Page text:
Organ donation is a selfless act that can save lives. In Malaysia, many people suffer from organ failure due to various medical conditions. Unfortunately, the demand for organs exceeds the supply, leaving many patients on the waiting list for years.
According to the National Transplant Registry, there are 10,077 patients on the waiting list for organs in Malaysia as of April 2023. Just remember, when you donate one or two organs, you can make a significant difference in the lives of those who are waiting for a transplant.
Organ donation in Malaysia is governed by the Human Tissue Act 1974. Under this act, organs can only be removed from a deceased person if they had consented to donate their organs in writing, or if their next-of-kin gives permission.
In Malaysia, several organs can be donated, including the heart, liver, kidney, lung, pancreas, and cornea. Living donors can donate a portion of their liver or one of their kidneys, while deceased donors can donate multiple organs.
Listed below we have elaborated the six organs that can be donated in Malaysia.
The heart is a vital organ that pumps blood throughout the body. Unfortunately, heart failure is a leading cause of death in Malaysia. A heart transplant can be a life-saving option for those with severe heart failure. However, heart transplants are relatively rare due to the limited availability of suitable donors. To donate a heart, the donor must be brain dead, and the heart must be healthy and functioning correctly.
The liver is the largest internal organ in the body and plays a crucial role in detoxification, metabolism, and digestion. Liver transplants are a common treatment for end-stage liver disease, cirrhosis, and liver cancer. Living donors can donate a portion of their liver, and the remaining liver will regenerate within a few weeks.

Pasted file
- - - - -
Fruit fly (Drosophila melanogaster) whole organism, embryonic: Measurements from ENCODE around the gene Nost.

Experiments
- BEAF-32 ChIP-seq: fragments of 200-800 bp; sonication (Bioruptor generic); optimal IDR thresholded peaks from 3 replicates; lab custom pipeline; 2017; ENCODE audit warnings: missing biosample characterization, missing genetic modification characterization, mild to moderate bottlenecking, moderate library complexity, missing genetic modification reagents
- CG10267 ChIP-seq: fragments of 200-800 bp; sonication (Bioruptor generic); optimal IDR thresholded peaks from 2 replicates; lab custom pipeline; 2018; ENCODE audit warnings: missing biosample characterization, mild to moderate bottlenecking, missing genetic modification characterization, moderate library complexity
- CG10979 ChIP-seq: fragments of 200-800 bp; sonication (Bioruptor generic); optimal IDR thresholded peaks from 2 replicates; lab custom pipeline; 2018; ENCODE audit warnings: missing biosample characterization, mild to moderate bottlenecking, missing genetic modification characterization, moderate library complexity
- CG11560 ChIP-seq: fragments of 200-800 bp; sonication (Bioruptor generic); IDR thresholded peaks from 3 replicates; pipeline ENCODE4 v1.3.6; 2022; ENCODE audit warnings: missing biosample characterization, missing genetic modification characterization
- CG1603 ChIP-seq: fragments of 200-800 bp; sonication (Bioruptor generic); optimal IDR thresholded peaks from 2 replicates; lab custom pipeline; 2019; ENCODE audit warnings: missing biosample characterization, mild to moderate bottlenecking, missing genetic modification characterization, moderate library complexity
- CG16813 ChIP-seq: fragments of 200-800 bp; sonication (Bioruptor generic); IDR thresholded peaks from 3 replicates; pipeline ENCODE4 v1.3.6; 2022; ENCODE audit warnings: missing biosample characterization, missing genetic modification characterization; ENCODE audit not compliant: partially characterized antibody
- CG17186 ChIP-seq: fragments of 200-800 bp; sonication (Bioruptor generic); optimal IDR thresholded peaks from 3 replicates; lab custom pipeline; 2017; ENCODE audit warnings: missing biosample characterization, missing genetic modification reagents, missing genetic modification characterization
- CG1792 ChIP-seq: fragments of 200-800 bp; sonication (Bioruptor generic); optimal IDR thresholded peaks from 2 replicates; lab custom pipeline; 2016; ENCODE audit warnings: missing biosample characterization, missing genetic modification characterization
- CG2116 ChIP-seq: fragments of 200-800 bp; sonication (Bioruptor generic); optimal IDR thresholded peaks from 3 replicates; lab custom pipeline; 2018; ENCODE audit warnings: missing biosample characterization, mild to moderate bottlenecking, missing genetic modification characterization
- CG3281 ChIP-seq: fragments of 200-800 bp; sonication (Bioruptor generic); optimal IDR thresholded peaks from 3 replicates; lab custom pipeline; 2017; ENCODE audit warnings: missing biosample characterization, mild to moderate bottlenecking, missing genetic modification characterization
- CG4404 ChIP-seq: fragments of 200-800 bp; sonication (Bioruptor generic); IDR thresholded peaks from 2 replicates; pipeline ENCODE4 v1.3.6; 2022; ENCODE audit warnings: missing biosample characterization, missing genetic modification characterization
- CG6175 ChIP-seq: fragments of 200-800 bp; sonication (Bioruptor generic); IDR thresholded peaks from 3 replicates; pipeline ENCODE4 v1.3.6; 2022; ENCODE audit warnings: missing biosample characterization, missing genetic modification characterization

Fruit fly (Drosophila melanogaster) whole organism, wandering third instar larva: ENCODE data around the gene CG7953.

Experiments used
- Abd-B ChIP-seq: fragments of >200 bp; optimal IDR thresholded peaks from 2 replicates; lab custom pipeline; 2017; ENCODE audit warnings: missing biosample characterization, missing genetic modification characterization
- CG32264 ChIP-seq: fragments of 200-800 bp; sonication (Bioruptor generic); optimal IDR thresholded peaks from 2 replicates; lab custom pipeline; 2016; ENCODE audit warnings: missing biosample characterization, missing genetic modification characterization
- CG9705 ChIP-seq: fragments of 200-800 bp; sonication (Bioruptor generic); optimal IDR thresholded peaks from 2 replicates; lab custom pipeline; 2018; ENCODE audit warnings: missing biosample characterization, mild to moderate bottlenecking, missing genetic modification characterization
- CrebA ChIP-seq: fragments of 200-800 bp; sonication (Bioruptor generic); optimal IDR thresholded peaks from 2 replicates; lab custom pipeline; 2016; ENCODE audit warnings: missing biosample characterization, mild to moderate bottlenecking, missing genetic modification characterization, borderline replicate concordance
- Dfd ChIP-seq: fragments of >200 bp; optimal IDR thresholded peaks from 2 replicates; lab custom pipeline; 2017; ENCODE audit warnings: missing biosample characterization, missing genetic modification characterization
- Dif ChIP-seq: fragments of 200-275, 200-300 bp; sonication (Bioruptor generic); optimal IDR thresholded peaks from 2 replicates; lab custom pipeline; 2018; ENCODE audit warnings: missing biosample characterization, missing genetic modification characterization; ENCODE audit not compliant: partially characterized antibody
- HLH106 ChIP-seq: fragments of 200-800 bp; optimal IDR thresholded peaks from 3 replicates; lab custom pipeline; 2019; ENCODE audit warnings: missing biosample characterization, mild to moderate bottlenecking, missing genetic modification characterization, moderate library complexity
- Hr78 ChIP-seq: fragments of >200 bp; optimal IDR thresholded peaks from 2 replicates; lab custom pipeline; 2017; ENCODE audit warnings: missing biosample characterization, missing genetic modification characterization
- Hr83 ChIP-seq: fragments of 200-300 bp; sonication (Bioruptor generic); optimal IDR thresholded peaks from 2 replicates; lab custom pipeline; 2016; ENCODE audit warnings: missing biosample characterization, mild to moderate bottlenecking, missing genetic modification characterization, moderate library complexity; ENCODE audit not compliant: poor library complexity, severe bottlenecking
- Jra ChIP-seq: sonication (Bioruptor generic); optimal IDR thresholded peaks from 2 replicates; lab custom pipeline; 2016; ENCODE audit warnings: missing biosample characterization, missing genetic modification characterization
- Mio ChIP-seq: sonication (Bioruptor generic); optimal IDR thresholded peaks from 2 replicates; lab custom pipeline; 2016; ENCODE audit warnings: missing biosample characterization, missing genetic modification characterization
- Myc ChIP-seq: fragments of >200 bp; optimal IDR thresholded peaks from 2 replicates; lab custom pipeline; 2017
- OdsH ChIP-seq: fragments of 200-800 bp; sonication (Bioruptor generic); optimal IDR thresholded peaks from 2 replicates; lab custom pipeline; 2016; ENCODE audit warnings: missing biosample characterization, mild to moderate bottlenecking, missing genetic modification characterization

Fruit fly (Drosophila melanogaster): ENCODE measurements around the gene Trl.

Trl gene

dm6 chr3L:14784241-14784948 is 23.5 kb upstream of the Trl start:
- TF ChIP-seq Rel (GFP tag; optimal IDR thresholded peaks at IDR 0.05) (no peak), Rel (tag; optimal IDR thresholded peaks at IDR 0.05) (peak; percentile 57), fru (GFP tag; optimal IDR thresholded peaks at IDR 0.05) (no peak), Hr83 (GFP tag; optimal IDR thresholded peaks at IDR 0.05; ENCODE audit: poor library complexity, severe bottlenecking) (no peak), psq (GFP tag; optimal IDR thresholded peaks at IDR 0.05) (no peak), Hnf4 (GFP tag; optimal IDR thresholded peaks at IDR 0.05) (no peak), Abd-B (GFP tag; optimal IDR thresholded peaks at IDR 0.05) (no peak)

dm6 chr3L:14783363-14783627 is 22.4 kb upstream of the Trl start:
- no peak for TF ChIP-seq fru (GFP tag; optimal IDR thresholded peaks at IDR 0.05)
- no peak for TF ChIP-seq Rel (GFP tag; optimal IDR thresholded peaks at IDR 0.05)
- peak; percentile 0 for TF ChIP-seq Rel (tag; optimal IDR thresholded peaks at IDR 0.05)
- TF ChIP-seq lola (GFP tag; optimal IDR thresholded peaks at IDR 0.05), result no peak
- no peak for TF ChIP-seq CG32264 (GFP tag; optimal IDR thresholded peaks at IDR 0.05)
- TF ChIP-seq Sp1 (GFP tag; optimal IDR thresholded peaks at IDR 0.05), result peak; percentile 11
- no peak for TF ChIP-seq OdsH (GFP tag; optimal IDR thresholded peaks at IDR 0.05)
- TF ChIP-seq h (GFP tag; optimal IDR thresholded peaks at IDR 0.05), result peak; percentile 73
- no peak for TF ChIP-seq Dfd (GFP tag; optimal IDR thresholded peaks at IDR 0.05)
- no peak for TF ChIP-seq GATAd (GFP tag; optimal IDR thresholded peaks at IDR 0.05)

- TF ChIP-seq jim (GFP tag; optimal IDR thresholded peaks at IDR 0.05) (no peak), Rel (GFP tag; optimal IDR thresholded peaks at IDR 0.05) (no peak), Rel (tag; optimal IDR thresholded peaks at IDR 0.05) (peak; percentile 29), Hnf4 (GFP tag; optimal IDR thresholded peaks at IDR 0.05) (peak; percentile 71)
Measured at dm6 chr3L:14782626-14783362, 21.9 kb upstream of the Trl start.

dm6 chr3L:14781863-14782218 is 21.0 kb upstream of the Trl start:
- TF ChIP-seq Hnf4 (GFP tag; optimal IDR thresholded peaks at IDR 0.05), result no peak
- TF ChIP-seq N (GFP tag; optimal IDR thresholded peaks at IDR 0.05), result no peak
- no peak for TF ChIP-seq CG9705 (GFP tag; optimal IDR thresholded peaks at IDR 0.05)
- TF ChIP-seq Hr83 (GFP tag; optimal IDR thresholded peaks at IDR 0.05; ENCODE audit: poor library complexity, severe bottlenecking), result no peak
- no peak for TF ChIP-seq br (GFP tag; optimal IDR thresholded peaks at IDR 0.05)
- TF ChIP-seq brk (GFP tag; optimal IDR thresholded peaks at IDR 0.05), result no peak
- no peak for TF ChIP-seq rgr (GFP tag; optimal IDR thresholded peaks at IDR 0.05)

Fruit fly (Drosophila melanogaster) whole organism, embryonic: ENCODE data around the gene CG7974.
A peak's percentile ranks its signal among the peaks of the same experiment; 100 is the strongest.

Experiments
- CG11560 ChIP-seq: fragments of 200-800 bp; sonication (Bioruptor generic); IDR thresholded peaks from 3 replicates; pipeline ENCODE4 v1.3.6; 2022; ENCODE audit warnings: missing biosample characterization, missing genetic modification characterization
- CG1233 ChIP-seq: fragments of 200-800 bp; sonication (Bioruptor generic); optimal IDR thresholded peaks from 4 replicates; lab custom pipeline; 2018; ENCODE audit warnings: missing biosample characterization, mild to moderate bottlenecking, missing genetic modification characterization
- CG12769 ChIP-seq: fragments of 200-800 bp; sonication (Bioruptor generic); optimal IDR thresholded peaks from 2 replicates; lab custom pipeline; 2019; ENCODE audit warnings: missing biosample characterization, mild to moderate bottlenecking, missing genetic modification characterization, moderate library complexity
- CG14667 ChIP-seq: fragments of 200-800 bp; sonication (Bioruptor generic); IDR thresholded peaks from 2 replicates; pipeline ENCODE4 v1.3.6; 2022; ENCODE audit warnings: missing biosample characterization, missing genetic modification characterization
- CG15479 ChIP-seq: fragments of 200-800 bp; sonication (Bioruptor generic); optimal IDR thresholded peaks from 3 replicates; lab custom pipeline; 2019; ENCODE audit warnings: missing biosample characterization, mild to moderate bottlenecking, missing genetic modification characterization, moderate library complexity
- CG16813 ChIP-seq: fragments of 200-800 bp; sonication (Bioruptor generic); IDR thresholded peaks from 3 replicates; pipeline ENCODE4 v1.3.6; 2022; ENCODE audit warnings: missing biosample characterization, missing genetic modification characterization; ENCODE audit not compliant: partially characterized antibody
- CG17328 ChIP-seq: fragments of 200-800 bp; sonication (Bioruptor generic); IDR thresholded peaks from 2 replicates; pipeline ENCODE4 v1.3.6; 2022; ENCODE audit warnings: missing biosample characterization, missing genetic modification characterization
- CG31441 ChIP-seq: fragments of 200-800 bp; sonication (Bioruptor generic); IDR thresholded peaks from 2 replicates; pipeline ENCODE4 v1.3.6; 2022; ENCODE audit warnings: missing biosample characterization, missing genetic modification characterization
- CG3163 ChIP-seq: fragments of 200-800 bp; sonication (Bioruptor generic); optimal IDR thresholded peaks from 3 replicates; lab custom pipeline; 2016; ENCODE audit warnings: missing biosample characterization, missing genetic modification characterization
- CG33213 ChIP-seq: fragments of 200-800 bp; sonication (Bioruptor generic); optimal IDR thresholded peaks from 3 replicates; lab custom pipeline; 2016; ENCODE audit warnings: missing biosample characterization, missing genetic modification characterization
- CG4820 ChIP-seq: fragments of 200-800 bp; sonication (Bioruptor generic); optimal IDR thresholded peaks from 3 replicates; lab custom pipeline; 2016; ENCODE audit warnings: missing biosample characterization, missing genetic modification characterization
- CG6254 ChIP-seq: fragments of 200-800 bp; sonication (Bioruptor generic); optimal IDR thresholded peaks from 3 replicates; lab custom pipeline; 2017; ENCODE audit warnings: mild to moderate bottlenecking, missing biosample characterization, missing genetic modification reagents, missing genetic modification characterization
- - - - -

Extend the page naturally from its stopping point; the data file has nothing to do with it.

The kidneys are responsible for filtering waste products from the blood and regulating the body’s fluid balance. A living donor can donate one of their kidneys, and the remaining kidney will compensate for the loss of function. Deceased donors can also donate their kidneys, and the organ can be preserved for up to 24 hours.
The lungs are responsible for exchanging oxygen and carbon dioxide, and lung failure can be life-threatening. Lung transplants are a treatment option for those with severe lung disease, such as pulmonary fibrosis and chronic obstructive pulmonary disease (COPD). In Malaysia, lung transplants are relatively rare due to the limited availability of suitable donors. The donor must be brain dead, and the lungs must be healthy and functioning correctly.
The pancreas is a glandular organ that plays a crucial role in regulating blood sugar levels. Pancreas transplants are a treatment option for those with type 1 diabetes who have severe hypoglycemic unawareness and other complications. Just like lung donation, pancreas transplants are relatively rare due to the limited availability of suitable donors. The donor must be brain dead, and the pancreas must be healthy and functioning correctly.